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Homework Help: Summing series using contour integrals

  1. Dec 9, 2005 #1
    I would be grateful if someone can help me take this sum.

    Evaluate the following sum

    1/(n^2-4)^2, the sum goes over all positive integers n= 1,3,4,5...infty except 2.

    If it weren't squared I think I can figure it out( I remember my professor telling something about mutliplying by a factor 1/(e^z-1) ). How do I set the problem up? . I 'd appreciate any help you can give.

    I have split LHS into partial fractions and I am getting 4terms. It is of the form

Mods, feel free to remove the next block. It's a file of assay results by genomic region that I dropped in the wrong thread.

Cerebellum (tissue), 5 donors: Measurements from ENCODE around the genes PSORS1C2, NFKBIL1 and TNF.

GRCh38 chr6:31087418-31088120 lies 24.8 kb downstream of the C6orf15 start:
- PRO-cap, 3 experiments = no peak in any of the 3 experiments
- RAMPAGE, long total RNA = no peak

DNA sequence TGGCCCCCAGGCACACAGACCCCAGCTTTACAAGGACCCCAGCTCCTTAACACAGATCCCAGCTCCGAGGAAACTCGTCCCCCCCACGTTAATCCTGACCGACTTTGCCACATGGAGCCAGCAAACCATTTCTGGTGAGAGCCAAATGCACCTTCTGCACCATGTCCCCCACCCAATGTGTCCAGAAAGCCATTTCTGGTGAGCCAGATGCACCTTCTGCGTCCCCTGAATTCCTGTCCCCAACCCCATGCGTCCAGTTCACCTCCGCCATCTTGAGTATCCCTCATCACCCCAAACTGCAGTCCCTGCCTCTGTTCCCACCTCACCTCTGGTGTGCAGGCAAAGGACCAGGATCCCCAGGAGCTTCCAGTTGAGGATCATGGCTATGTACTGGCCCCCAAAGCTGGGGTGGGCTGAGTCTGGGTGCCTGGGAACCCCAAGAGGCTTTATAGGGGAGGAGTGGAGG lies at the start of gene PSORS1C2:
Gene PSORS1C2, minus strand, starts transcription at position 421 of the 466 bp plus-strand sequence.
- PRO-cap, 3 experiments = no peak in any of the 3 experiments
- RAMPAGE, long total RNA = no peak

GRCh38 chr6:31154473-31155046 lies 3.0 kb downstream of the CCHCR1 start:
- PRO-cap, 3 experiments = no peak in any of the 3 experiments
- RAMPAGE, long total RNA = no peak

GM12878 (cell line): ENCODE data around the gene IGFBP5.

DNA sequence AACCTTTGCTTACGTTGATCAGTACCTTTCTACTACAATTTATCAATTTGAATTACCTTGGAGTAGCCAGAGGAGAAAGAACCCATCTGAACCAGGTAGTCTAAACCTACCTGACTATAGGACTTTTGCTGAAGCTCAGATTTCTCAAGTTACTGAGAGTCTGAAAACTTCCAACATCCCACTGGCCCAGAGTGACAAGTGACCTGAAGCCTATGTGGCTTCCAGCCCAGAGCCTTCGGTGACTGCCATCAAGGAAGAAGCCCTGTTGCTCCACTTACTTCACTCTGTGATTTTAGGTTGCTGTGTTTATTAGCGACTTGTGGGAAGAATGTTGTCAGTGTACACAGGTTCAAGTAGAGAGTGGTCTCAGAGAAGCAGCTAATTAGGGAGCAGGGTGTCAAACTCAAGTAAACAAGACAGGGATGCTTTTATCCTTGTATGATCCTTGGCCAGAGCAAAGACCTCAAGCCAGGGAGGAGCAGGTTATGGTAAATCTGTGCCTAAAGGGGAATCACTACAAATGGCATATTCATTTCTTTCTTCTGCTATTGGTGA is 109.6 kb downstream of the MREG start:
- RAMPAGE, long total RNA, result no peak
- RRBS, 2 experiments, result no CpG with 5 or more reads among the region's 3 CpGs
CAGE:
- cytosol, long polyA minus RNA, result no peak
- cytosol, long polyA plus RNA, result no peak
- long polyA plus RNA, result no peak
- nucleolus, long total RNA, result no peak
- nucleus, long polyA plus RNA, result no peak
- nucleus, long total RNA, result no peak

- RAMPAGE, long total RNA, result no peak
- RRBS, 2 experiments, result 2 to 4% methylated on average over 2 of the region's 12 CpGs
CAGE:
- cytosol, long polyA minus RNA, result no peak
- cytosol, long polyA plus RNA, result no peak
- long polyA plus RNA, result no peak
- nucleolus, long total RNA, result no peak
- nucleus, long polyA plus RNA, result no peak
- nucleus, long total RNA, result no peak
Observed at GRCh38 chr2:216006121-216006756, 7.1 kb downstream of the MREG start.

A/(n-2)^2 + B/(n+2)^2 +C/(n-2) + D/(n+2). And I know how sum series of type 1/n^2+a^2 using resdiue calculus. Please help.

  2. jcsd
  3. Dec 10, 2005 #2


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    Combine the C and D terms, you'll get a sum like 1/(n^2-a^2), can you handle this using residues? You can evaluate the A and B terms using the usual 1/n^2 sum (which can also be evaluated using residues).

    However, you can go at 1/(n^2-4)^2 directly. What would you use to sum something like 1/(n^2+a^2) and why don't you think it will work directly on 1/(n^2-4)^2?
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